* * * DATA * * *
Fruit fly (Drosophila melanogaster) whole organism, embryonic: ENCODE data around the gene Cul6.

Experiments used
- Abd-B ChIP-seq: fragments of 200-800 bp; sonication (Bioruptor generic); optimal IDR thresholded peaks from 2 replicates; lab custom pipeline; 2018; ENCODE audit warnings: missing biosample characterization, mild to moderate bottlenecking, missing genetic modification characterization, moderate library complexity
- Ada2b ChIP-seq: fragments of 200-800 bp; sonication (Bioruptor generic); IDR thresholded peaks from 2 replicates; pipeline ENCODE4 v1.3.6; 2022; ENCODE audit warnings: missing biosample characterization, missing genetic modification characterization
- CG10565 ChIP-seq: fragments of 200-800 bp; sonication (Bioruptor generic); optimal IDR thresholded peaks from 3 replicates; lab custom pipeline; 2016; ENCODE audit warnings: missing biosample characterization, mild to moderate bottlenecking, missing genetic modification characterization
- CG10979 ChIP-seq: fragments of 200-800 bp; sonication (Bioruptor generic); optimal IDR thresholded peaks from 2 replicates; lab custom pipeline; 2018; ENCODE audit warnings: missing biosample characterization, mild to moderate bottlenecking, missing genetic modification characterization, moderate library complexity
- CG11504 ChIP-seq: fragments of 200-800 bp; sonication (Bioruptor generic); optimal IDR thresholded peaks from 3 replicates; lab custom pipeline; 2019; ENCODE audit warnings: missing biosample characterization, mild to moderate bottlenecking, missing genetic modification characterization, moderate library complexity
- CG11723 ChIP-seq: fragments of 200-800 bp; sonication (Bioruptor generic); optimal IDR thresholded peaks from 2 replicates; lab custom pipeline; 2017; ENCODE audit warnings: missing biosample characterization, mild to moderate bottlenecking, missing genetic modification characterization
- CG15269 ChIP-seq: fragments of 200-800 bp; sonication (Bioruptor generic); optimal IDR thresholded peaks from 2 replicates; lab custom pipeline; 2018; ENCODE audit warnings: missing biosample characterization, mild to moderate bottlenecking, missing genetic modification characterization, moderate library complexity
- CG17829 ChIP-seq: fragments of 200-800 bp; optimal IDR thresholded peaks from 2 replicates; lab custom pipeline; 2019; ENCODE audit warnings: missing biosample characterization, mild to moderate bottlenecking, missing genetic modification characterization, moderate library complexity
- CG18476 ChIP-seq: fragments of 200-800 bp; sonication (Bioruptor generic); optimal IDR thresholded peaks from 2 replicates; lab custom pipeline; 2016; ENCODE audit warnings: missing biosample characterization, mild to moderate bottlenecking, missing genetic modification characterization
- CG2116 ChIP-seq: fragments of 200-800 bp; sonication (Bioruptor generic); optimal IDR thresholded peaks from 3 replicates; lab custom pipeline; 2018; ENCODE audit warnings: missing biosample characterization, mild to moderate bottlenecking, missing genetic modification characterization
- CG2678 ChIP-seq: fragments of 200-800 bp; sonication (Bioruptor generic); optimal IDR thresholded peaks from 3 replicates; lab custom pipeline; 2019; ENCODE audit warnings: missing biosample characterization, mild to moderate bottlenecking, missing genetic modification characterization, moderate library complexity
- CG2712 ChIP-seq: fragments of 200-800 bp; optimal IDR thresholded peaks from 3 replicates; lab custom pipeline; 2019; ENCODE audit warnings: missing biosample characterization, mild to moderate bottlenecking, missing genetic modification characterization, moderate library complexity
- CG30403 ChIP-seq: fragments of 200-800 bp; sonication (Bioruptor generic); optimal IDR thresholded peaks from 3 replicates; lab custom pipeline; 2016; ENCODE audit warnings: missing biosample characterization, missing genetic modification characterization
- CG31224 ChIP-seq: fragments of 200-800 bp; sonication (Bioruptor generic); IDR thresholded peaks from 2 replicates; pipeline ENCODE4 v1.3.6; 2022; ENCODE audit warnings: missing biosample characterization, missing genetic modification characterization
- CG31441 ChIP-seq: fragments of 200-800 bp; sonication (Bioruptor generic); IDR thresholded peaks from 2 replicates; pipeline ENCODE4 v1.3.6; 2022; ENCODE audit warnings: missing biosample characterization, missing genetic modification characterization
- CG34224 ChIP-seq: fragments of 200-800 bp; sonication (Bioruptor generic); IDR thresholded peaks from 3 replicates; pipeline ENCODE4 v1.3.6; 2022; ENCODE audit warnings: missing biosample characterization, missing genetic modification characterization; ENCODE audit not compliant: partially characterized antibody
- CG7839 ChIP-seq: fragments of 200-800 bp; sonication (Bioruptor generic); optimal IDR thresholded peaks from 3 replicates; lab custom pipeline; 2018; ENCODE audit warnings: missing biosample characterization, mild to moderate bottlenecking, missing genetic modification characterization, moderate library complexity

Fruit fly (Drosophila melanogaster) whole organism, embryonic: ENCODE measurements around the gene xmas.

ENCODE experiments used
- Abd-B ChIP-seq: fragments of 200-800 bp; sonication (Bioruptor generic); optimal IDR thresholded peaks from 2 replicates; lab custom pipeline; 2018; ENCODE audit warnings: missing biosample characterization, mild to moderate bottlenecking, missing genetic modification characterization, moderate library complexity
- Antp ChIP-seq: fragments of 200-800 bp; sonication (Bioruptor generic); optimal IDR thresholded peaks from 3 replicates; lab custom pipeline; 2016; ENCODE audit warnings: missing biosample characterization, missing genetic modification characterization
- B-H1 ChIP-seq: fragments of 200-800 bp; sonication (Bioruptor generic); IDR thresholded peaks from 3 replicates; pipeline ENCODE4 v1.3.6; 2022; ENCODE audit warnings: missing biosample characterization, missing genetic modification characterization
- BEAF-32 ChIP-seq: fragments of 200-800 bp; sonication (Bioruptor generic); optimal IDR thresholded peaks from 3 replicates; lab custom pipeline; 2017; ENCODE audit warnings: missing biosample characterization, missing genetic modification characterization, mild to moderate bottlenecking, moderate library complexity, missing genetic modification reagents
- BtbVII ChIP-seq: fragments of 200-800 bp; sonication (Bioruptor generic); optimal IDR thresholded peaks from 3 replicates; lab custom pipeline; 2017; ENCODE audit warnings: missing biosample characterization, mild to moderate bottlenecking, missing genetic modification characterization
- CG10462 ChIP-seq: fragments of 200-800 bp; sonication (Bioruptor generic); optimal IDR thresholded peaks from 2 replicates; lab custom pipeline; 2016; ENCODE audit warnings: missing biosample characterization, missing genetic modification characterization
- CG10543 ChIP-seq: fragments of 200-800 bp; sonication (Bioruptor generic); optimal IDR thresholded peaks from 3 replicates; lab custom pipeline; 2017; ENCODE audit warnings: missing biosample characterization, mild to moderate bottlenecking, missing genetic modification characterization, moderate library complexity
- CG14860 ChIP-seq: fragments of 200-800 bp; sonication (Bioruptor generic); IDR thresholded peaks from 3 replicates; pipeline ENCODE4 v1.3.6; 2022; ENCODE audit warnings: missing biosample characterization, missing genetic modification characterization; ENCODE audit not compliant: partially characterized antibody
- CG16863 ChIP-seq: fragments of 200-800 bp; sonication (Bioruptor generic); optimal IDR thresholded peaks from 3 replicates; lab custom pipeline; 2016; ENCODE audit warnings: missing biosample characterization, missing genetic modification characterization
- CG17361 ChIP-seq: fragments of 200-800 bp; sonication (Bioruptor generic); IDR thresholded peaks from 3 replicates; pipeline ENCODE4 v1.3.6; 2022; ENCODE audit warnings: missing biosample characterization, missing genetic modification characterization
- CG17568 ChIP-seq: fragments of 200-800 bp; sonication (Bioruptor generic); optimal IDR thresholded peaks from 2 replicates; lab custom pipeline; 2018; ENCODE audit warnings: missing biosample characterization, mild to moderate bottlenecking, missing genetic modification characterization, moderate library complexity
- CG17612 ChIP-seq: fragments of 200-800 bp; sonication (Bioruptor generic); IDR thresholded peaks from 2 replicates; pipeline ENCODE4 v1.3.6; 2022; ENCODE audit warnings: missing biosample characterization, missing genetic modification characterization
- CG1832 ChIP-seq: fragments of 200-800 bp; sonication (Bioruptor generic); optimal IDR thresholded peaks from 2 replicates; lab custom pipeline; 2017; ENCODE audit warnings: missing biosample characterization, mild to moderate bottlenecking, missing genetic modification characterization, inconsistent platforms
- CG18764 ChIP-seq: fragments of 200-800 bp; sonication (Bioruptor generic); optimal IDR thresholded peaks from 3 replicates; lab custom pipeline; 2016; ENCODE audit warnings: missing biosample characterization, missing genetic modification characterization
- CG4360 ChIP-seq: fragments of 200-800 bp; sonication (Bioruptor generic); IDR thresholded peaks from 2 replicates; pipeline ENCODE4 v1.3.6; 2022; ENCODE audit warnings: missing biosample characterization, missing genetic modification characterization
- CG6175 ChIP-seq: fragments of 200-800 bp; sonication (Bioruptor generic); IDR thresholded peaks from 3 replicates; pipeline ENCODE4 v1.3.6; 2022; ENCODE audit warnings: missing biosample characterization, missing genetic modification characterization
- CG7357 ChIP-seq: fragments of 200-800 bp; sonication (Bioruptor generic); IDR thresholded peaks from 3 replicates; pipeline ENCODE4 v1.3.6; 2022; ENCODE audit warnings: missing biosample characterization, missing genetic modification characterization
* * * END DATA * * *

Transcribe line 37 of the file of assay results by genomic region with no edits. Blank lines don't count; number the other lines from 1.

- CG6175 ChIP-seq: fragments of 200-800 bp; sonication (Bioruptor generic); IDR thresholded peaks from 3 replicates; pipeline ENCODE4 v1.3.6; 2022; ENCODE audit warnings: missing biosample characterization, missing genetic modification characterization